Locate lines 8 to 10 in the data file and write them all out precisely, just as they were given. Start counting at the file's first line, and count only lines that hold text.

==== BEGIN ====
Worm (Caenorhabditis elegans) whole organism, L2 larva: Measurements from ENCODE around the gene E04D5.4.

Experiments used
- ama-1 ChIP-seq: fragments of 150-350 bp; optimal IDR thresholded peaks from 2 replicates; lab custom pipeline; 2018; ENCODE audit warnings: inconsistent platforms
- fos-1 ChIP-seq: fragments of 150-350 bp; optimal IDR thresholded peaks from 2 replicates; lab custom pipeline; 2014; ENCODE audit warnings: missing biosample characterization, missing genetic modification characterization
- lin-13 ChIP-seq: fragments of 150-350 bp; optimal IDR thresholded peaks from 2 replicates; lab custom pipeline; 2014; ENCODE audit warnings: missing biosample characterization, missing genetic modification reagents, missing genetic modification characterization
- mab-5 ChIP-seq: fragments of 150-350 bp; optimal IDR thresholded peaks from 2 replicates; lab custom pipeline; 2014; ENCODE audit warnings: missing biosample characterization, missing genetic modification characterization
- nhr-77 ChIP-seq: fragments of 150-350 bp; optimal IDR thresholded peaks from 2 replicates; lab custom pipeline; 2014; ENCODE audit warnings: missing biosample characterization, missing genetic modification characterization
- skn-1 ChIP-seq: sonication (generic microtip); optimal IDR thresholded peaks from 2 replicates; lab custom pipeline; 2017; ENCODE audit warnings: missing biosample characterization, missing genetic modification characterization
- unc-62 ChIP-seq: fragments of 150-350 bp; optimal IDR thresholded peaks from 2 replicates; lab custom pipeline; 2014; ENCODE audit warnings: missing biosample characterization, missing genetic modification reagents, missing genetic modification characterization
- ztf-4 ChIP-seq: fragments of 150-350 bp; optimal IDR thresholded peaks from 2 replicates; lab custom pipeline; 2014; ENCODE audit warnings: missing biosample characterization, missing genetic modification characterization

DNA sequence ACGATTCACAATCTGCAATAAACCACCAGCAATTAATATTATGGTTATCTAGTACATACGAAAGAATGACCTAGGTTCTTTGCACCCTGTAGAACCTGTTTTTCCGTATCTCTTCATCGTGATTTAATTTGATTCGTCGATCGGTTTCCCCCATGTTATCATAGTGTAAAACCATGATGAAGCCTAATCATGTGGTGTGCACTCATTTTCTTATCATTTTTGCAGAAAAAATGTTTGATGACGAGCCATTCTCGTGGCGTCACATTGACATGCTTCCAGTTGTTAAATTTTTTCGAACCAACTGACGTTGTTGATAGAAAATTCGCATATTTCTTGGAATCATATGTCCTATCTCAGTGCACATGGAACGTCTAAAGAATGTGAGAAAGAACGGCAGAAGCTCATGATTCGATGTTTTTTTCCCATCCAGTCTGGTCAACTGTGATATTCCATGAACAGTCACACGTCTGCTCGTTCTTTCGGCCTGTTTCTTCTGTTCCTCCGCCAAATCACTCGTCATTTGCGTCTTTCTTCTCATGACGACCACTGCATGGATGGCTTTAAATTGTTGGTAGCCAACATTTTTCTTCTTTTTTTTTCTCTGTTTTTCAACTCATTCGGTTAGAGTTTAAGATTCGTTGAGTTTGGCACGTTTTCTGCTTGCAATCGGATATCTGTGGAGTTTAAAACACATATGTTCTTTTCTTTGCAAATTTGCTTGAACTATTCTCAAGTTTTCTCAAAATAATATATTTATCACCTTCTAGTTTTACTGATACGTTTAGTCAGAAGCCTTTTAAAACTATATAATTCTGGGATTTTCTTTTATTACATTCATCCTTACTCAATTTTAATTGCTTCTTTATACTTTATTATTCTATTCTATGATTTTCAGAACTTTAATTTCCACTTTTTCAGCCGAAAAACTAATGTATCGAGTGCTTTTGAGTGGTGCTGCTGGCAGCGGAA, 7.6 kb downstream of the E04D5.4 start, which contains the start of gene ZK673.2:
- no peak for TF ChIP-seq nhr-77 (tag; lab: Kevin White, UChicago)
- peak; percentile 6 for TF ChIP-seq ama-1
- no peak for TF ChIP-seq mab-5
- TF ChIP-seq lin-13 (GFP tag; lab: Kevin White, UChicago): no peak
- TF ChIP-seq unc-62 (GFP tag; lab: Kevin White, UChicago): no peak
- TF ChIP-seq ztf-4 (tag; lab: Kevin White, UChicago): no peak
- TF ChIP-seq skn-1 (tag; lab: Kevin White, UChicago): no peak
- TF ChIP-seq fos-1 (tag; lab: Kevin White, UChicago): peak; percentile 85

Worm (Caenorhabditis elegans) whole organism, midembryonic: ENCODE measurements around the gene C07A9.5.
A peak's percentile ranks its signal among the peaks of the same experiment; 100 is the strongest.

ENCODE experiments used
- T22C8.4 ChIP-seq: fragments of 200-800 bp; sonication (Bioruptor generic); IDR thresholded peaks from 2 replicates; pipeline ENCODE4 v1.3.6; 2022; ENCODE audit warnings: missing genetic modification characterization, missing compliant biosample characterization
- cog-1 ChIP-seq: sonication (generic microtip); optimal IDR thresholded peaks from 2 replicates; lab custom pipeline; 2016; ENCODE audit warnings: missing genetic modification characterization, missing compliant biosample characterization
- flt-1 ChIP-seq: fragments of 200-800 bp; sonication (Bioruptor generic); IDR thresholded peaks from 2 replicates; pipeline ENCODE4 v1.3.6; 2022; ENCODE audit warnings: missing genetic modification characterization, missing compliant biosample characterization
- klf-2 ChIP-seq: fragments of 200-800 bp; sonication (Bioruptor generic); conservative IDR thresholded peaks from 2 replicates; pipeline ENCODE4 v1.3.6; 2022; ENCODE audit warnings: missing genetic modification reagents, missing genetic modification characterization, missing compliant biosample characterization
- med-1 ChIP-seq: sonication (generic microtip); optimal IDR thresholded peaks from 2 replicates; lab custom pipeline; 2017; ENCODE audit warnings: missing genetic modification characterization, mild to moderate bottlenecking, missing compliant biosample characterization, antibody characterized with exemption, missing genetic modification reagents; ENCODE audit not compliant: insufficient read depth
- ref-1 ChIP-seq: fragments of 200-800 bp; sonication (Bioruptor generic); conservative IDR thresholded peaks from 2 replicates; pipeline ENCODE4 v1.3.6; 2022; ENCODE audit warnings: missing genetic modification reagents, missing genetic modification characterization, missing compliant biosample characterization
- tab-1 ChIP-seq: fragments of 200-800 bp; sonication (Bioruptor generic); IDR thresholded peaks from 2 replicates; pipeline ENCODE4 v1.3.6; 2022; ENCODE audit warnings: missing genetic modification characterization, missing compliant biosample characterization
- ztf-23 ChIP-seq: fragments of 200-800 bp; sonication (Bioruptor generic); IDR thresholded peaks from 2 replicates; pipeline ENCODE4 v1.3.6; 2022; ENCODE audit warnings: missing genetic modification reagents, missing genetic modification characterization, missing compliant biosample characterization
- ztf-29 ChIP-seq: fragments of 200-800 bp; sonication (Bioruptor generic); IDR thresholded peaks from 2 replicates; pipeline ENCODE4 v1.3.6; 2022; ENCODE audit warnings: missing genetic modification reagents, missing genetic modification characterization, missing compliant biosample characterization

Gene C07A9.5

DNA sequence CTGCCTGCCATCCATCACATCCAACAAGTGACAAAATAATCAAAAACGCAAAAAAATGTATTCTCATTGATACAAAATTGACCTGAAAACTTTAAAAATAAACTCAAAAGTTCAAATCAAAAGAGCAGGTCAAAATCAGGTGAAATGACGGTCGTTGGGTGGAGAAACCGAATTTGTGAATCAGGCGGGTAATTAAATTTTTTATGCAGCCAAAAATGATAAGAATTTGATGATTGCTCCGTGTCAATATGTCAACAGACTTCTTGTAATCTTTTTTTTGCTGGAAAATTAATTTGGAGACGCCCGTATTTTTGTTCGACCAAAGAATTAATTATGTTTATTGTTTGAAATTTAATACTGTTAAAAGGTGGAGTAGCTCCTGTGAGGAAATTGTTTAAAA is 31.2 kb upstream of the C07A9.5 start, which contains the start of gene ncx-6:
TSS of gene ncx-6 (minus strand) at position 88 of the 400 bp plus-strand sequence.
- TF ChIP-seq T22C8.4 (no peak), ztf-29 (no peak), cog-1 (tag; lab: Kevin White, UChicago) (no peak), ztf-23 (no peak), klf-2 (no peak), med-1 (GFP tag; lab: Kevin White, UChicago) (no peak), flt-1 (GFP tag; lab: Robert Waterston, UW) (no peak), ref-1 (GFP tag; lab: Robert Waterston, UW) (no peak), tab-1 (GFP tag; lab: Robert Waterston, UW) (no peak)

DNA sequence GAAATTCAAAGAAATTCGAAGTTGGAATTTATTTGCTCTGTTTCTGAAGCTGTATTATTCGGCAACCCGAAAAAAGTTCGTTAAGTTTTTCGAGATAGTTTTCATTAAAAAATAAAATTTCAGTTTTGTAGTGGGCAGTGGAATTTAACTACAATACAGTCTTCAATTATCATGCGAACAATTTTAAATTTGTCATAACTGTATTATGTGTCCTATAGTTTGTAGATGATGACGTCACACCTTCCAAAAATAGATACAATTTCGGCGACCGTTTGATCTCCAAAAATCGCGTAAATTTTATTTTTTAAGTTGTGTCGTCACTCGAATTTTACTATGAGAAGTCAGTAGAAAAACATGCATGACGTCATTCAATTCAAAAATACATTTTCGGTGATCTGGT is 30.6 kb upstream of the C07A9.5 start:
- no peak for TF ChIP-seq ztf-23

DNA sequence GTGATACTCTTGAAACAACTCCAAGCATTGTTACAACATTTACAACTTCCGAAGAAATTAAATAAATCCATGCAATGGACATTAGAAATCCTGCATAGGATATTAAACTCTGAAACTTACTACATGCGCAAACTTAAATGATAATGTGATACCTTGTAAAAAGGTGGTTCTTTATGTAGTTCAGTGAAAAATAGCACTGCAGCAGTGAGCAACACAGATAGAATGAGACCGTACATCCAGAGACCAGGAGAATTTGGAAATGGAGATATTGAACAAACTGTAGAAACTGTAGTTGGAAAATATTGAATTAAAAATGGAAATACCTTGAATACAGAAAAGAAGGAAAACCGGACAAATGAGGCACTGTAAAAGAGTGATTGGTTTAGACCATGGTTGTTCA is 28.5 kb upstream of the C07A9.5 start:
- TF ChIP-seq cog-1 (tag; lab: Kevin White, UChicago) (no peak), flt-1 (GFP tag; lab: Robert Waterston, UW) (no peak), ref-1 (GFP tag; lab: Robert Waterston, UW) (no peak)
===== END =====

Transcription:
- skn-1 ChIP-seq: sonication (generic microtip); optimal IDR thresholded peaks from 2 replicates; lab custom pipeline; 2017; ENCODE audit warnings: missing biosample characterization, missing genetic modification characterization
- unc-62 ChIP-seq: fragments of 150-350 bp; optimal IDR thresholded peaks from 2 replicates; lab custom pipeline; 2014; ENCODE audit warnings: missing biosample characterization, missing genetic modification reagents, missing genetic modification characterization
- ztf-4 ChIP-seq: fragments of 150-350 bp; optimal IDR thresholded peaks from 2 replicates; lab custom pipeline; 2014; ENCODE audit warnings: missing biosample characterization, missing genetic modification characterization